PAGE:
As India celebrates its 67th Independence Day, the usual stock taking and introspection of hits and misses will follow. In the life of a nation, a year is a short period especially when the elections (which were still two years away!) cause a sort of paralysis in its highest legislative body i.e. the Parliament.
However, this has been a year of extra-ordinary soul searching for India and its people. The gang-rape in Delhi on 16th December 2012 and the events that followed unleashed the long bottled up anger and frustration of not only Indian women but all those who feel insecure about the well-being of the women they are related to. Protests were organised, resignations were demanded and naming and shaming happened immediately after the incident-the usual. But what followed was unusual, the blaming slowly turned into deep introspection in certain sections of society. For the first time the debate moved beyond rape being a law and order issue to it being a deeper societal malice rooted in hypocrisies of modern India towards women rights, the unequal pace of change between different sections of society (amplified by remarks from several political and religious leaders) and the patriarchal conditioning of our otherwise invisible but always-at-work mindsets. The naming-shaming-blaming coupled with this churn of the Indian soul infused such alacrity in the state that the Anti- rape law was amended and fast track courts were set up within a few months.
Young Indians not only saw these changes through but also debated the specifics of the anti-rape bill. Some dinner table discussions centred on whether death penalty will prevent such crimes in future while other dinners were more tense with more difficult and personal conversations around what constitutes marital rape.
All this while, we were here at Oxford removed physically but not mentally from the turmoil in India. Indian students here discussed and debated this issue in every forum they had access to, whether it was an interactive session with Indian Members of Parliament, talks by women rights activists or in their socio-policy-development related academic courses. And also at dinner tables.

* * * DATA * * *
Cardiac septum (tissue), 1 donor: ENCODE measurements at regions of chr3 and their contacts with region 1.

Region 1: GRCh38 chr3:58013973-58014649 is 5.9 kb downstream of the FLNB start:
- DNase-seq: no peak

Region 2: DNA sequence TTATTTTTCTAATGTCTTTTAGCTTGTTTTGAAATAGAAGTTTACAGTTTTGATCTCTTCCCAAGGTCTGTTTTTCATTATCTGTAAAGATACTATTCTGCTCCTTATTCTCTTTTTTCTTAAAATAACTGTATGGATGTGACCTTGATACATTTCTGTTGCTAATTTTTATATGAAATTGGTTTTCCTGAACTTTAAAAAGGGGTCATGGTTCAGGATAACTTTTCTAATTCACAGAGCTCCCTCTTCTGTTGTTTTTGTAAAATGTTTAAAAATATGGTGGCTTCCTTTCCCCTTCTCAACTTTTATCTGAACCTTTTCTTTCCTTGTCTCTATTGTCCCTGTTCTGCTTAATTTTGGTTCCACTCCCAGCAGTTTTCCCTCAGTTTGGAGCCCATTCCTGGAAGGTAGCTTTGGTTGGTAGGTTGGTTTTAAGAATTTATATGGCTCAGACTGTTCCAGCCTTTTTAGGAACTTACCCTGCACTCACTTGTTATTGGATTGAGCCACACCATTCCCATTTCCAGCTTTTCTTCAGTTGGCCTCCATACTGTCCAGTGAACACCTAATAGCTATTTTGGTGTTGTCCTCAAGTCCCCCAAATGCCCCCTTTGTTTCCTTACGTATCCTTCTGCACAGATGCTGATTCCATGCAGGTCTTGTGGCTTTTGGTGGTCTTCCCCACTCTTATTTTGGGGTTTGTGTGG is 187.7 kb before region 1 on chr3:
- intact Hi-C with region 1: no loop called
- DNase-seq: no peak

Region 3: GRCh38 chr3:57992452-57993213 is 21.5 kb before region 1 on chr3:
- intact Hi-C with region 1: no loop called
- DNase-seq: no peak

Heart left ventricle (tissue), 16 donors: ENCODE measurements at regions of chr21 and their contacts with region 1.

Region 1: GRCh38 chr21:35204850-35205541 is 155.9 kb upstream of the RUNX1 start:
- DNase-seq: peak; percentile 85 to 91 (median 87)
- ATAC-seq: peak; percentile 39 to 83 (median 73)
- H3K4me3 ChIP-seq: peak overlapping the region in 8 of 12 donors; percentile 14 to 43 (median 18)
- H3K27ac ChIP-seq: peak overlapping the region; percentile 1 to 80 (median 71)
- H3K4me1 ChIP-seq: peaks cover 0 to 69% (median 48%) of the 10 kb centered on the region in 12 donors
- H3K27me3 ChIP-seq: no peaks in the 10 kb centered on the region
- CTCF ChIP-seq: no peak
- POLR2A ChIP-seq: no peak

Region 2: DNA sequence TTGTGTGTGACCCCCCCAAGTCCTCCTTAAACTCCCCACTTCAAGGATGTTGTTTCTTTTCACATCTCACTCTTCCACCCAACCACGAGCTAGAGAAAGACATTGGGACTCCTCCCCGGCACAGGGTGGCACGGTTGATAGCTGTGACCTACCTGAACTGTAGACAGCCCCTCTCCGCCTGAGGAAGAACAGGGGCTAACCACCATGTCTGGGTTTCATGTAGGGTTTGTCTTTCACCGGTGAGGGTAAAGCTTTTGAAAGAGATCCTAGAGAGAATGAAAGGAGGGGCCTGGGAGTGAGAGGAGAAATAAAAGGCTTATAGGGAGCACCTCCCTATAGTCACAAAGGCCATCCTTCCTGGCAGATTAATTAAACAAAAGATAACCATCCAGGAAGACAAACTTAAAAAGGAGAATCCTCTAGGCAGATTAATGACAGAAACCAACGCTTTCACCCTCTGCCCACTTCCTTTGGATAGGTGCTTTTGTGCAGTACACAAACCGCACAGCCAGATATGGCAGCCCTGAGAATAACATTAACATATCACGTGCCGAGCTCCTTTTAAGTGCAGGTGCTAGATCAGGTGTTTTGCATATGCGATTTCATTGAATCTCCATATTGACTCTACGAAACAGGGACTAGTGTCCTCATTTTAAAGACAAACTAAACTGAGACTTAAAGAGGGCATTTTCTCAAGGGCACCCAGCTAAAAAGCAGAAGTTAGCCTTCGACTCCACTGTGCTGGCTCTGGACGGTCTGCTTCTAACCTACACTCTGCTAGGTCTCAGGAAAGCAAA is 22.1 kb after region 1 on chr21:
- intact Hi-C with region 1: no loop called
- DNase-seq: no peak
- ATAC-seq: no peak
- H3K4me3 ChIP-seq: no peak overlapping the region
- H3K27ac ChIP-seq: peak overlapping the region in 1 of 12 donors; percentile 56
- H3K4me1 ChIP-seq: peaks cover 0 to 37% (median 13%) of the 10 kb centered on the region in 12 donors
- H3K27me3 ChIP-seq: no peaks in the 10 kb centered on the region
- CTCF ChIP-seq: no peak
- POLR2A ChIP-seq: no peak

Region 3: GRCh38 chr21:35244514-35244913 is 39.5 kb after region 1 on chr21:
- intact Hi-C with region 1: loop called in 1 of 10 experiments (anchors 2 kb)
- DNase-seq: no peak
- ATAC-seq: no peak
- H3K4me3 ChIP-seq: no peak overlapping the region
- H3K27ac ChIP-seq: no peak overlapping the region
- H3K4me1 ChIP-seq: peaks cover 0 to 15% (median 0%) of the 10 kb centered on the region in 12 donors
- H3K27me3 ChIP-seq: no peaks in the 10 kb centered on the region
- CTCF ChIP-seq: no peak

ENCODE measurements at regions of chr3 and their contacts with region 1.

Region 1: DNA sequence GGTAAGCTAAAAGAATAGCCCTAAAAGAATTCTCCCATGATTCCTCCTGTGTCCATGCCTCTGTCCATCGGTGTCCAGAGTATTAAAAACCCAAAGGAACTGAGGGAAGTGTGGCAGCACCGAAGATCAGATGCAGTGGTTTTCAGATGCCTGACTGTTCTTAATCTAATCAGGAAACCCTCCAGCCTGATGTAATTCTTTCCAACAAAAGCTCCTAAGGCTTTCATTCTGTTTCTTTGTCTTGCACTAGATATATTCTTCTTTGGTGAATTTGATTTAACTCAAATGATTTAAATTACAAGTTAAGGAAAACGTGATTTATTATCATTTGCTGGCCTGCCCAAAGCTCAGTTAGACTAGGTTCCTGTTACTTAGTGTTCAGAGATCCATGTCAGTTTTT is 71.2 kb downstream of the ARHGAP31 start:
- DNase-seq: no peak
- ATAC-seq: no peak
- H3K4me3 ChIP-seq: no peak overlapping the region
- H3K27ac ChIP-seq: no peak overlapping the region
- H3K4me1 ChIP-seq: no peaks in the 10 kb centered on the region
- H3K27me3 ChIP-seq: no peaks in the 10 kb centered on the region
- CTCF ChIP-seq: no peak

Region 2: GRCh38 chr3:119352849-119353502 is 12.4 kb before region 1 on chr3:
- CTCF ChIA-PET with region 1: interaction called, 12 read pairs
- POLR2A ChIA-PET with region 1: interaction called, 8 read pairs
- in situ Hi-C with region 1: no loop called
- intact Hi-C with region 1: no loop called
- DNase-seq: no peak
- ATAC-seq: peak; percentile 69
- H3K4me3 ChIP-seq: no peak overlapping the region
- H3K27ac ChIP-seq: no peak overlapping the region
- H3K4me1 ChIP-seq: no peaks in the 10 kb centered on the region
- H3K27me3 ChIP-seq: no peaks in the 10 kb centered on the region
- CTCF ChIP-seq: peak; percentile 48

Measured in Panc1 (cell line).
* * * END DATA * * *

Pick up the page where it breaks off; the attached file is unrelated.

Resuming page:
Speaking of Oxford, as any other journal/magazine worth its name, we will also take a stock of not only policy and development issues where we have come far but also those which we have been brushing aside since independence. The optimists will be surprised that there are any such long standing issues where we have had little or no progress in these 67 years! But to name a few- land acquisition, railways, securing women rights (still!), access to healthcare.. and the list could go on. Through this Independence day series, we have urged our writers to highlight the elements of this forgotten list which pops up its head every now and then but still manages to take us by surprise.
As for this year in the life of India, the deep tragedy in December jolted us but again reinforced the independent spirit of India. Not chained by paralysed politics, inaction or indifference, India marched on and moved a few steps forward on the issue of women’s security. The coming year will probably have a more distinguished place in the history book– it being an election year and seemingly the first one under the super-intense scrutiny of social media. However, this year should not be forgotten, as a shaken India struggled to lose itself and find itself again. Of course, the struggle for freedom never ends. It needs to be won again and again. And again.
Aparajita Bharti is pursuing Master of Public Policy at Blavatnik School of Government, University of Oxford. Twitter: @BhartiAparajita